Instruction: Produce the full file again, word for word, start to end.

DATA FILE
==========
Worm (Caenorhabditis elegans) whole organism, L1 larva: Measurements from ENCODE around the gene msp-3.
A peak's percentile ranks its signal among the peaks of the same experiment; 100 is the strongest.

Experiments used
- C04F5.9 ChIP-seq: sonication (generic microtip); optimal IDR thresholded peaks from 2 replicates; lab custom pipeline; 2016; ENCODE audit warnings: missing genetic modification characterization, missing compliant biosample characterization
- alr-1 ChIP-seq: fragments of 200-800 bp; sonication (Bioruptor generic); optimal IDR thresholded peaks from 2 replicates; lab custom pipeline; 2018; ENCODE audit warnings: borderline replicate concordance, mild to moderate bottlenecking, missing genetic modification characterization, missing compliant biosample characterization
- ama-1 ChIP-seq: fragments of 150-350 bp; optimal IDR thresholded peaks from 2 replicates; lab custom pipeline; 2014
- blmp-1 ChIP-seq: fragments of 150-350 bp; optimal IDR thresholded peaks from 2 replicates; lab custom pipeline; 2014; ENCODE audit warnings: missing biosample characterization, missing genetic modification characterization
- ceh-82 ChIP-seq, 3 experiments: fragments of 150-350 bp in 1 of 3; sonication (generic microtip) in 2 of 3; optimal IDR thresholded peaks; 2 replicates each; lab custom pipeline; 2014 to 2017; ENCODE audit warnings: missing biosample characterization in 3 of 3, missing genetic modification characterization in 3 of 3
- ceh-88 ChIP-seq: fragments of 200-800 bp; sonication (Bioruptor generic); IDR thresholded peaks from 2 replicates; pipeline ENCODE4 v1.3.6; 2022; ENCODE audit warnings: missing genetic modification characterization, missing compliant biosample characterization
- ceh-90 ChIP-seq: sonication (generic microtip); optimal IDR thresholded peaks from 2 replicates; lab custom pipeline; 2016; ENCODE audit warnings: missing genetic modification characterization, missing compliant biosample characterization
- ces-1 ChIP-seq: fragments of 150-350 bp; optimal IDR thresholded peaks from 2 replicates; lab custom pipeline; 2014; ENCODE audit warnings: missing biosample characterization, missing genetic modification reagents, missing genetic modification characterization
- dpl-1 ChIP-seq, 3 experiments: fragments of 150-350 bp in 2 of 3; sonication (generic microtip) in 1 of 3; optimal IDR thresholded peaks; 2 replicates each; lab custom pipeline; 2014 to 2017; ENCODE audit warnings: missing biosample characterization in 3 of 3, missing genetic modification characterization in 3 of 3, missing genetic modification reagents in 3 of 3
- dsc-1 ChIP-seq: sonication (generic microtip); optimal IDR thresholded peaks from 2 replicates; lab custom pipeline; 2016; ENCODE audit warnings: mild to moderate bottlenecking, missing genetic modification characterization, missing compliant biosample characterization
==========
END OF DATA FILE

Worm (Caenorhabditis elegans) whole organism, L1 larva: Measurements from ENCODE around the gene msp-3.
A peak's percentile ranks its signal among the peaks of the same experiment; 100 is the strongest.

Experiments used
- C04F5.9 ChIP-seq: sonication (generic microtip); optimal IDR thresholded peaks from 2 replicates; lab custom pipeline; 2016; ENCODE audit warnings: missing genetic modification characterization, missing compliant biosample characterization
- alr-1 ChIP-seq: fragments of 200-800 bp; sonication (Bioruptor generic); optimal IDR thresholded peaks from 2 replicates; lab custom pipeline; 2018; ENCODE audit warnings: borderline replicate concordance, mild to moderate bottlenecking, missing genetic modification characterization, missing compliant biosample characterization
- ama-1 ChIP-seq: fragments of 150-350 bp; optimal IDR thresholded peaks from 2 replicates; lab custom pipeline; 2014
- blmp-1 ChIP-seq: fragments of 150-350 bp; optimal IDR thresholded peaks from 2 replicates; lab custom pipeline; 2014; ENCODE audit warnings: missing biosample characterization, missing genetic modification characterization
- ceh-82 ChIP-seq, 3 experiments: fragments of 150-350 bp in 1 of 3; sonication (generic microtip) in 2 of 3; optimal IDR thresholded peaks; 2 replicates each; lab custom pipeline; 2014 to 2017; ENCODE audit warnings: missing biosample characterization in 3 of 3, missing genetic modification characterization in 3 of 3
- ceh-88 ChIP-seq: fragments of 200-800 bp; sonication (Bioruptor generic); IDR thresholded peaks from 2 replicates; pipeline ENCODE4 v1.3.6; 2022; ENCODE audit warnings: missing genetic modification characterization, missing compliant biosample characterization
- ceh-90 ChIP-seq: sonication (generic microtip); optimal IDR thresholded peaks from 2 replicates; lab custom pipeline; 2016; ENCODE audit warnings: missing genetic modification characterization, missing compliant biosample characterization
- ces-1 ChIP-seq: fragments of 150-350 bp; optimal IDR thresholded peaks from 2 replicates; lab custom pipeline; 2014; ENCODE audit warnings: missing biosample characterization, missing genetic modification reagents, missing genetic modification characterization
- dpl-1 ChIP-seq, 3 experiments: fragments of 150-350 bp in 2 of 3; sonication (generic microtip) in 1 of 3; optimal IDR thresholded peaks; 2 replicates each; lab custom pipeline; 2014 to 2017; ENCODE audit warnings: missing biosample characterization in 3 of 3, missing genetic modification characterization in 3 of 3, missing genetic modification reagents in 3 of 3
- dsc-1 ChIP-seq: sonication (generic microtip); optimal IDR thresholded peaks from 2 replicates; lab custom pipeline; 2016; ENCODE audit warnings: mild to moderate bottlenecking, missing genetic modification characterization, missing compliant biosample characterization